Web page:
Do you LOVE pasta? I do!
After my MANicotti post, some of you asked about making fresh pasta. Dried pasta is good. Fresh pasta is extraordinary. It is simple, easy, and inexpensive to make. Think about your favorite restaurant. Like bread? Salad? Pasta? Why pay $15 for a dinner salad, bread or pasta when you can make it for pennies on the dollar? It is easy as 1 ~ 2 ~ 3.
1 ~ Make your pasta dough. Pasta is simply flour, a pinch of salt....
eggs and a dash olive oil. You can mix this by hand or machine.
This dough needs just a wee bit more moisture, so I add about a tablespoon of water.
Give it a quick knead on the counter until it is smooth.
Cover it with plastic wrap and let it rest for at least 30 minutes.
The flour will continue to absorb the liquid ingredients, become softer and easier to roll without tearing.
2 ~ Roll and cut. This is the pasta maker that my sister in law gave me for my birthday a long, long time ago. It is easy to set up. Just attach it to a counter or table with the clamp...
add the hand crank, and you are ready to go!
The ball of pasta dough is cut into smaller pieces for easier handling. It's almost like cutting butter...
Each side of the dough is dusted with a little bit of flour. Brush any excess flour off.
The knob has the numbers 1-7 on the dial. We start with number 1.
Pass the slice of dough through the machine...No need to pull it through...just guide it out onto the counter top.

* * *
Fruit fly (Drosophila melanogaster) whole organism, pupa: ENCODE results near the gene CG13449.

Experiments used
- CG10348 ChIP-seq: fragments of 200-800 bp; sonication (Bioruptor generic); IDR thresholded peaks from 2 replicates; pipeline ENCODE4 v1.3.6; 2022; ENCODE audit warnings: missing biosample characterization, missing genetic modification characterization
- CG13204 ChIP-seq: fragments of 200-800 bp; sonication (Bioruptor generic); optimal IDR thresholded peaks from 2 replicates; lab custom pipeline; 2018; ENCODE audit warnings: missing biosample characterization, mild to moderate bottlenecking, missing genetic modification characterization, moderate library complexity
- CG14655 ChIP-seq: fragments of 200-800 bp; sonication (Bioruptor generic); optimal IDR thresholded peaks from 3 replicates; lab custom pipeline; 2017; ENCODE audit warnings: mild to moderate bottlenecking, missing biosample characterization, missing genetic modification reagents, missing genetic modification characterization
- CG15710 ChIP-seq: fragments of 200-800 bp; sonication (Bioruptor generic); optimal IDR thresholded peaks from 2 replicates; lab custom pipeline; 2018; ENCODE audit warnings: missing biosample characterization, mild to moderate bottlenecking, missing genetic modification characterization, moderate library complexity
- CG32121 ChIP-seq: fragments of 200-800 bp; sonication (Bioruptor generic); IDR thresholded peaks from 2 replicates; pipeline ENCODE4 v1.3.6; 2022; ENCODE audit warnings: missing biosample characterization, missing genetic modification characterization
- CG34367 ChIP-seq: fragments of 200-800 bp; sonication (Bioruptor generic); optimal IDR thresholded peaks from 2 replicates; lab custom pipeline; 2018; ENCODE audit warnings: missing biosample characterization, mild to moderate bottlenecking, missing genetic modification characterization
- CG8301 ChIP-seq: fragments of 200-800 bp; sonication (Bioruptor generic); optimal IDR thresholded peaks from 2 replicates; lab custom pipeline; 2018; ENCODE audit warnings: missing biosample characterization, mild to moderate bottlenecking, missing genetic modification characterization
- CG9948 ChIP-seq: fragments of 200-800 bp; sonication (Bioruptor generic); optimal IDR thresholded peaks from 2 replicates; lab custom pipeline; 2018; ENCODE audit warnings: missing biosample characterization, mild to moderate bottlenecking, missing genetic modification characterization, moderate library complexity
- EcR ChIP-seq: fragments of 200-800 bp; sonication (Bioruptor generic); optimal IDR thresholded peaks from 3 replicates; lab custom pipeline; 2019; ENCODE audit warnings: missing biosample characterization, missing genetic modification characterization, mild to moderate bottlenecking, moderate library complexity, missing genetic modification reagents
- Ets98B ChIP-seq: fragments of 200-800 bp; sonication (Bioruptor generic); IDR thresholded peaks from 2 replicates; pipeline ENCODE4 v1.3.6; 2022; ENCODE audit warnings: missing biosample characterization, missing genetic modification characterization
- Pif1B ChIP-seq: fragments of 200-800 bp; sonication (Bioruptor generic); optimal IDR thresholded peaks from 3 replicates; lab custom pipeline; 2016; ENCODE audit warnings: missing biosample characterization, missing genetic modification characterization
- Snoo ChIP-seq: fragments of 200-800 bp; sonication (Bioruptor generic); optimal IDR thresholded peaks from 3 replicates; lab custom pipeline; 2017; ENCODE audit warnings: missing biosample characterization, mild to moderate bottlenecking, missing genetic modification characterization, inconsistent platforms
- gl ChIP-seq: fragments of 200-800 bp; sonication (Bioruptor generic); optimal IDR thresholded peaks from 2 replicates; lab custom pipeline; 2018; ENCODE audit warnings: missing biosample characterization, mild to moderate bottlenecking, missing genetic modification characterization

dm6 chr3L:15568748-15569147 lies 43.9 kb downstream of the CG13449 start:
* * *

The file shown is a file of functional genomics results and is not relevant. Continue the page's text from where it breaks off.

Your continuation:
dust both sides of the dough with flour...
turn the knob to number 2...
and repeat: dust, turn knob, crank. Dust, turn, crank....till you reach your desired thickness. Or thinness.
This goes very, very quickly if you have a volunteer crank it for you.
Cut the dough to the desired length. Now it is perfect for lasagne or even manicotti.
To make angel hair pasta or fettuccine, connect the attachment to the pasta maker and move the crank to the type of pasta you wish to make. This attachment came with my pasta machine.
Dust the pressed pasta sheet one last time lightly with flour. Brush the excess off and put it through the cutters.
Here comes the fettuccine! (thanks, spell checker! What would I do without you??)
...and the angel hair pasta!
Since I am cooking the pasta right away, I put them in small piles. I've dried pasta before and it takes for...e...ver. Really. A day or two, depending on the thickness of the pasta. Besides, FRESH is better!
Pssst....did you know you can freeze the dough? Just put these piles of pasta on a baking tray and stick them in the freezer for several hours. Once frozen, put them into a freeze Ziploc baggie for longer storage. When you want to cook it, take it straight from the freezer and add 1-2 minutes of additional cooking time...no thawing out needed!
To clean the machine, all you need to do is brush the flour off. That's it. No soap, no water, no dishwasher. Easy!
3 ~ Cook your pasta. Fresh pasta cooks up very, very quickly. Like, 1 1/2 - 2 minutes.
Just give them a quick stir after putting it into the boiling water and the noodles will magically come apart. After 2 minutes, scoop the pasta out, put it into a bowl, and give it a quick toss of olive oil or marinara sauce to coat the noodles and keep 'em from sticking.
This angel hair pasta is my hubby's favorite, tossed with pesto that I made last year and froze in ice cube trays.
Are you ready for fresh pasta?
(4x6 recipe download) (full page printable recipe)